Qingming Festival

There are few festivals in China like Qingming, also called Tomb-sweeping Day, for which people have so many mixed feelings. It’s a festival full of sorrow and nostalgia – people mourn for the dead. But at the same time, it’s a lithesome time with spring brightness – everything is growing, full of the laughter of spring outing. The combination of sadness and happiness makes this traditional Chinese festival very unique. I feel a little bit regretful that I can’t go back to China to revisit the tombs of my ancestors in Qingming Festival. And I found that this kind of nostalgia grew more intense as I left my country.

Qingming is also one of the Chinese Twenty-four Solar Terms. There are many paintings and classic Chinese poems about Qingming. The most famous one is the Qingming scroll created by Zhang Zeduan. This ancient Chinese painting portrays the prosperous scene of Kaifeng city, the capital of the Song Dynasty during a Qingming festival.

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This is a painting about another famous poem written by Du Mu.

A drizzling rain falls on the Mourning Day;

The mourner’s heart is breaking on his way.

Inquiring, where can a wineshop be found?

A cowherd points to Apricot Flower Village in the distance.

Qingming indicates that it is the crucial time for plowing and sowing in the spring, therefore, it has a close relationship with agriculture. However, it is not only a seasonal symbol; it is also a day of paying respect to the dead. People will offer sacrifices to their ancestors and sweep the tombs of the dead. Also, they will not cook on this day and only cold food is served due to the extension of the Hanshi (Cold Food) festival. Besides these customs, people also plant trees, fly kites, and play on the swings. It’s a festival that is mournful but not distressing. People place their longing for the dead in the vitality of life in spring.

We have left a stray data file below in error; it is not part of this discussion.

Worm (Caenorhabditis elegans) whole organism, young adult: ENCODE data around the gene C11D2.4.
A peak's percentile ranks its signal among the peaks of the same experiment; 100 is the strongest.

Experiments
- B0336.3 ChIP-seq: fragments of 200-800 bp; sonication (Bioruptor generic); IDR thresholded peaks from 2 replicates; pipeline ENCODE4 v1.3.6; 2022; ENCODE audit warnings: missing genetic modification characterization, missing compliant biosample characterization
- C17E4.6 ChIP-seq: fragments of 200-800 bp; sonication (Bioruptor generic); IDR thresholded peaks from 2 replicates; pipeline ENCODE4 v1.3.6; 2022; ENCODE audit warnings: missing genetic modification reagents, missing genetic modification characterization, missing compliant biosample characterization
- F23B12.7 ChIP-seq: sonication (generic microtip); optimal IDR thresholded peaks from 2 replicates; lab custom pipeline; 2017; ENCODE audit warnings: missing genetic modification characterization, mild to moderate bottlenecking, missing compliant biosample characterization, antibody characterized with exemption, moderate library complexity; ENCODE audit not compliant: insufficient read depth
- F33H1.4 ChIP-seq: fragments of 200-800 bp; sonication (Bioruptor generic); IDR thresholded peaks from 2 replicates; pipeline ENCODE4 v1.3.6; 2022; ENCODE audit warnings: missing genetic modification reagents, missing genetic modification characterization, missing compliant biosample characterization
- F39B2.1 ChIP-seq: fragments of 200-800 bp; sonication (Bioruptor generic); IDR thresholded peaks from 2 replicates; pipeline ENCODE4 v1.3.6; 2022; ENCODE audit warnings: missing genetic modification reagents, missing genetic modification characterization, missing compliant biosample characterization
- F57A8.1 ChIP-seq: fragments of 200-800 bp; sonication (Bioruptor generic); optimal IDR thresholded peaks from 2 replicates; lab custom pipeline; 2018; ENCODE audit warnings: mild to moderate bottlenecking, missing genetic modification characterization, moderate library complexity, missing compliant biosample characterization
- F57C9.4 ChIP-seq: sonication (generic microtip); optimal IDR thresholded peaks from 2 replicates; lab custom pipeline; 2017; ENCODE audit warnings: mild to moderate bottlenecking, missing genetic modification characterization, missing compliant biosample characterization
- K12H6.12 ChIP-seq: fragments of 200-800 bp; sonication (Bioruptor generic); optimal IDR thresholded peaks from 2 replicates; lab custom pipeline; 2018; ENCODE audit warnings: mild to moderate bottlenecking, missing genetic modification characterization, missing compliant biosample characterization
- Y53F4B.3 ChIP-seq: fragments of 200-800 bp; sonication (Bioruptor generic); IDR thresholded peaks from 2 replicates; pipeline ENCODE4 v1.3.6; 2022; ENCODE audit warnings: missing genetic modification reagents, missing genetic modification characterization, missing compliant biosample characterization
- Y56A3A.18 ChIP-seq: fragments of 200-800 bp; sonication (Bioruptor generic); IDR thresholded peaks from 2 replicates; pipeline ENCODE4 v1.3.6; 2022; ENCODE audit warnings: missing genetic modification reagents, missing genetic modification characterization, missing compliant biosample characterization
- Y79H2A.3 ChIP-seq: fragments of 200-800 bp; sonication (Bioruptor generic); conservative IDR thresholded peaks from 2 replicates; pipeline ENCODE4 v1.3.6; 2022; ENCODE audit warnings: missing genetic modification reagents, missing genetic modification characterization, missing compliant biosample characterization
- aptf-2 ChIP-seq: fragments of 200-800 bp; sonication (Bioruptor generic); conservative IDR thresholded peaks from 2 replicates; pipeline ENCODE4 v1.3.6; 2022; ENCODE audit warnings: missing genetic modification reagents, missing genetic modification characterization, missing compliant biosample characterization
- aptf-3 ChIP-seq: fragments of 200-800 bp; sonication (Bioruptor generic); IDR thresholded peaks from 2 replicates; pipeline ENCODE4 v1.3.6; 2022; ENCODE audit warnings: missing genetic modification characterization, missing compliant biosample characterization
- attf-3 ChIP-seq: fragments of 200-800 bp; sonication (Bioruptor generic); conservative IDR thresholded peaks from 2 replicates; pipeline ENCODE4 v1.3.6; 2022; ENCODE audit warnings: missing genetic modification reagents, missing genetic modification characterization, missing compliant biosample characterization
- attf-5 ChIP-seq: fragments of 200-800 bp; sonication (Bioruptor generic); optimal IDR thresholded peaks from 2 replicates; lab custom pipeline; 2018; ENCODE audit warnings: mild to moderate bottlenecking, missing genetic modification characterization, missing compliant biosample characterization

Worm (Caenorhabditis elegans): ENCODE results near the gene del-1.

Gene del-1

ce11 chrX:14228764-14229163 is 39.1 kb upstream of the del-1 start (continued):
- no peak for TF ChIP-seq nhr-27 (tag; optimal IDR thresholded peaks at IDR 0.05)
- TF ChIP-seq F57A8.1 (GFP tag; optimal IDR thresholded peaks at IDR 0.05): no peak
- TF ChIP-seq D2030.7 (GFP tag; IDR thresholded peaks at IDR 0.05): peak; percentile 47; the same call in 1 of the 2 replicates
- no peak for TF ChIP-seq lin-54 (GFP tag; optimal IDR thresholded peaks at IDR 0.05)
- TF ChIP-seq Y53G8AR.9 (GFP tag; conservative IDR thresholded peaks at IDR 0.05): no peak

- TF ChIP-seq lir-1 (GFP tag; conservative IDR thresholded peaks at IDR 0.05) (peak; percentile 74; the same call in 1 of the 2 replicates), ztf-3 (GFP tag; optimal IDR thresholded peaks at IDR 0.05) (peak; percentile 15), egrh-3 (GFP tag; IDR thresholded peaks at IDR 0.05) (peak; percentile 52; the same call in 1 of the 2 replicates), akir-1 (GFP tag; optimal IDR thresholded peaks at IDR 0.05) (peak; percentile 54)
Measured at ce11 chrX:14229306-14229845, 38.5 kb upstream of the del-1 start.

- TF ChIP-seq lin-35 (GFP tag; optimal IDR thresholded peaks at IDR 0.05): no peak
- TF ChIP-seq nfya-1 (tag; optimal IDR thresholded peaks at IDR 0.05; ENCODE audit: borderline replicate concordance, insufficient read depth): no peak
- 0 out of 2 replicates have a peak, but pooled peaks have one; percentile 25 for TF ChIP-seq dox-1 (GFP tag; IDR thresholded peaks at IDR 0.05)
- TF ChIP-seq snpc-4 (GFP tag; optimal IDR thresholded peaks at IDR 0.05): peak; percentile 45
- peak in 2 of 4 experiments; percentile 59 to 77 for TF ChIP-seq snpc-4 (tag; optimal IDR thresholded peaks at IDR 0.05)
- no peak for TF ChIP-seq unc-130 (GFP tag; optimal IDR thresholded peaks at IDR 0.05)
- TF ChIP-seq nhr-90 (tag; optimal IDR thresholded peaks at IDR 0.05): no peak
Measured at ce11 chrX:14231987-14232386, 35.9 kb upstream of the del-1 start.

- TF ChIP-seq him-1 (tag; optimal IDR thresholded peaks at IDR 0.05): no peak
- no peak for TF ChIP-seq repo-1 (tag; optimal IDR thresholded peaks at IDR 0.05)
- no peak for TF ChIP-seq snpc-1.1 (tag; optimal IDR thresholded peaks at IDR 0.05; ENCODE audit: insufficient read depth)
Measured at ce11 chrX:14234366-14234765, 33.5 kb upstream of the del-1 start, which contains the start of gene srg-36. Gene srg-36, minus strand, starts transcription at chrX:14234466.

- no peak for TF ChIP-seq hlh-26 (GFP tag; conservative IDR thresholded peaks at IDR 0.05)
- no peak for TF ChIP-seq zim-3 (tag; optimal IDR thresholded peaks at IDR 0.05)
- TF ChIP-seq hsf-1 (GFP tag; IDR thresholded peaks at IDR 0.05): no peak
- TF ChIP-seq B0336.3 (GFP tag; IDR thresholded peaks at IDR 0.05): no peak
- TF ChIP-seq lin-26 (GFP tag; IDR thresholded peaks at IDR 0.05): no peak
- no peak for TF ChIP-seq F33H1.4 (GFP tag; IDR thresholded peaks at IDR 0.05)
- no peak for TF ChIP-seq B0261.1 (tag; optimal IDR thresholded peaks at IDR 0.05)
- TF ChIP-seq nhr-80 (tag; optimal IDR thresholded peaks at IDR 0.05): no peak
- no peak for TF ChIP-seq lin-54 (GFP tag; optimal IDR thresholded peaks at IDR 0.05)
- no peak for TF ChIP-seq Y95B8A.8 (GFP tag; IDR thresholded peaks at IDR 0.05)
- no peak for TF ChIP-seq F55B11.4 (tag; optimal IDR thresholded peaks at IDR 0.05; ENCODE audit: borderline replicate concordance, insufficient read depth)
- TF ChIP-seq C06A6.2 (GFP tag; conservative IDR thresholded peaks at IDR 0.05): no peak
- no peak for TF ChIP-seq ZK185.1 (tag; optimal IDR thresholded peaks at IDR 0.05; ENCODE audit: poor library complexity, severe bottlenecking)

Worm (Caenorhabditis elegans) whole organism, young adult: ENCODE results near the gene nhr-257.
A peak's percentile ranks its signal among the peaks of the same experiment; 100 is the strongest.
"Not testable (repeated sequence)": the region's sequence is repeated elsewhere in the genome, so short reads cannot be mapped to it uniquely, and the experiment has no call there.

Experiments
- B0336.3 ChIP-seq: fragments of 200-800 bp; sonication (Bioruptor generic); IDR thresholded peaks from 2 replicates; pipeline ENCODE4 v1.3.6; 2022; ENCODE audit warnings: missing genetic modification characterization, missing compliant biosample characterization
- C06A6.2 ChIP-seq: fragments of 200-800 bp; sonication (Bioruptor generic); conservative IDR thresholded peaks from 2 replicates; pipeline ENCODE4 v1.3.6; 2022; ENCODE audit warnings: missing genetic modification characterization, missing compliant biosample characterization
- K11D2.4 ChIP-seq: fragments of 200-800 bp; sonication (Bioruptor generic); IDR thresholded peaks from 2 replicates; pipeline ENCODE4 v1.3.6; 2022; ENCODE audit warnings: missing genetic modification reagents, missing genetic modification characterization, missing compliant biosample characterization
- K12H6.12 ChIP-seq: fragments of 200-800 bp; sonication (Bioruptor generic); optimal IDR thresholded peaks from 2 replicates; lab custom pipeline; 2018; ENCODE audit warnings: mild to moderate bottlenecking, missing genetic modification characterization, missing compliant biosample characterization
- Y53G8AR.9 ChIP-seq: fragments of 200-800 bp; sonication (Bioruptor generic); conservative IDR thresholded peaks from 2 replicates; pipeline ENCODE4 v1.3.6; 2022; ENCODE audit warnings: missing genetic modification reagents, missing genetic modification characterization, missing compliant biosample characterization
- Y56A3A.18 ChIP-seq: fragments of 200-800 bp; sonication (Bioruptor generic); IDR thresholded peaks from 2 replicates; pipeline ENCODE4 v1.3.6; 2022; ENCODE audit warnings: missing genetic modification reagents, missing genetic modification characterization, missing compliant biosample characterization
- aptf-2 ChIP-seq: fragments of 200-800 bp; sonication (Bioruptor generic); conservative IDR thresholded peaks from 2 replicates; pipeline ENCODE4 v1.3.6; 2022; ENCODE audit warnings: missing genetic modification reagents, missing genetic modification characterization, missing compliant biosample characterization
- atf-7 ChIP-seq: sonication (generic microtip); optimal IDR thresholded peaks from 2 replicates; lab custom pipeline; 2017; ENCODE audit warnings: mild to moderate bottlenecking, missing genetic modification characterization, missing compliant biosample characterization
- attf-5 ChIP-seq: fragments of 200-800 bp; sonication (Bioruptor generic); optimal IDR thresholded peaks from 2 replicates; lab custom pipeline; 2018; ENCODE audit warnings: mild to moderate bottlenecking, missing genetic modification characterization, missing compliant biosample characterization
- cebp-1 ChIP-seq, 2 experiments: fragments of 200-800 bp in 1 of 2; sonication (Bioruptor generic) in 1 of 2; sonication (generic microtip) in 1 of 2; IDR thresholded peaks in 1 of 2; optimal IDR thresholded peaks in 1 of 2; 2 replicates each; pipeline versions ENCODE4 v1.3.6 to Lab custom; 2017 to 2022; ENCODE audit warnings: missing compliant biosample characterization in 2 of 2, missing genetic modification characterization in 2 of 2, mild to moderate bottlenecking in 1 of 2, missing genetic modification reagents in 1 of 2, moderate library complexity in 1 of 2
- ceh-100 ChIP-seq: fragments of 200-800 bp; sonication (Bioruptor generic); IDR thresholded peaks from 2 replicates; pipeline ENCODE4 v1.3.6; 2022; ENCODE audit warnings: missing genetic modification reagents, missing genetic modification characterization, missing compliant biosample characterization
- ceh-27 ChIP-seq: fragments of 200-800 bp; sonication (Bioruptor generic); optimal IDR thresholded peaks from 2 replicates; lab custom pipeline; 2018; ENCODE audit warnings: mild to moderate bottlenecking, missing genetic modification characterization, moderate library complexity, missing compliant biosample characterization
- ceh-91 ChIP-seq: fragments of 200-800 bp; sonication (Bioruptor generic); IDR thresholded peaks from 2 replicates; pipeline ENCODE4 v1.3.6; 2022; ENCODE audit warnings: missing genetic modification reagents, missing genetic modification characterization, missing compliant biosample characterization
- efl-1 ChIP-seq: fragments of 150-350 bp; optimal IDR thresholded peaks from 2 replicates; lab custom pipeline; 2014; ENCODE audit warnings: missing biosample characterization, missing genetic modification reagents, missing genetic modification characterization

It seems that there isn’t taboo on cemeteries in America as in China and cemeteries always lie beside the church. It’s just like that the dead lie together with their belief, quietly staying in the hustle and bustle of the city. I saw several cemeteries in Austin when I was on the bus. They are not as scary as I expected, instead, they seem to be peaceful and serene.

Death is a big topic, but the lives of individuals are extremely fragile in this conflicting world. I hope that we all reserve the fear for death and the awe for life, and hold a bit of pessimism as well as passion for the world. Life is the most precious. Let’s hope that all departures and deaths rest in peace.

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